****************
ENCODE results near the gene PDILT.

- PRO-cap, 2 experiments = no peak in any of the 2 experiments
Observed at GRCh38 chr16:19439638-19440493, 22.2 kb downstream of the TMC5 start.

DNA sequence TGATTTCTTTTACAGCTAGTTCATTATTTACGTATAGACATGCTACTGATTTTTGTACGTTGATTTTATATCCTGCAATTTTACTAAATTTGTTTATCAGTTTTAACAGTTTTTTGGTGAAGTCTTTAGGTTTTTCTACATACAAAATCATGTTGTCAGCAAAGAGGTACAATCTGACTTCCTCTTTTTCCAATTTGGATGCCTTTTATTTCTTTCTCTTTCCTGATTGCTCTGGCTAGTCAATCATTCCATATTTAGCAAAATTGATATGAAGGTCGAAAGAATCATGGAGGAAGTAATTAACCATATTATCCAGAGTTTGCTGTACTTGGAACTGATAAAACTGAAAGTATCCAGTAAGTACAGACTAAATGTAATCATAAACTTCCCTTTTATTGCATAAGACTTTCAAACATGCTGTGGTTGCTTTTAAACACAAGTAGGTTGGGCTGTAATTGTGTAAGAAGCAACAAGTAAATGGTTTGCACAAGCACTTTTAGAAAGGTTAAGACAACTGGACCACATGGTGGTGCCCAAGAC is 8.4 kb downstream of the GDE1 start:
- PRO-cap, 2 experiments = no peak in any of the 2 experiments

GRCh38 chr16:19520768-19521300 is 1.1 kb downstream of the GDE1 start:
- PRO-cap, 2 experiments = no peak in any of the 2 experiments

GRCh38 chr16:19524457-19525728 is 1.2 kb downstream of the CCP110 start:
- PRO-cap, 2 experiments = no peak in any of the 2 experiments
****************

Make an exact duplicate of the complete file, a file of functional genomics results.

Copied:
ENCODE results near the gene PDILT.

- PRO-cap, 2 experiments = no peak in any of the 2 experiments
Observed at GRCh38 chr16:19439638-19440493, 22.2 kb downstream of the TMC5 start.

DNA sequence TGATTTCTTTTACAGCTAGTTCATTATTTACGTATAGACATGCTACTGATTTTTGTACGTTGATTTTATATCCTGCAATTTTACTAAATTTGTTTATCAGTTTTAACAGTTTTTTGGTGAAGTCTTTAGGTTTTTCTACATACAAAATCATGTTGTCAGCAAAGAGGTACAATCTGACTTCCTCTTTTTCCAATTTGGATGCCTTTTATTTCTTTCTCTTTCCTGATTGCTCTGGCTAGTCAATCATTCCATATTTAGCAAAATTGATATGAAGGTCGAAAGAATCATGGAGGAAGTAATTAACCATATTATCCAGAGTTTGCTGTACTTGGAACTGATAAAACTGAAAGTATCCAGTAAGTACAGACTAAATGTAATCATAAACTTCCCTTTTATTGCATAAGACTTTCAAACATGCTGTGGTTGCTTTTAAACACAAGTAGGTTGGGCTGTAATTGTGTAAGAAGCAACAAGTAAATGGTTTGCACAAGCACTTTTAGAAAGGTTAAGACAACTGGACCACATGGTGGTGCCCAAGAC is 8.4 kb downstream of the GDE1 start:
- PRO-cap, 2 experiments = no peak in any of the 2 experiments

GRCh38 chr16:19520768-19521300 is 1.1 kb downstream of the GDE1 start:
- PRO-cap, 2 experiments = no peak in any of the 2 experiments

GRCh38 chr16:19524457-19525728 is 1.2 kb downstream of the CCP110 start:
- PRO-cap, 2 experiments = no peak in any of the 2 experiments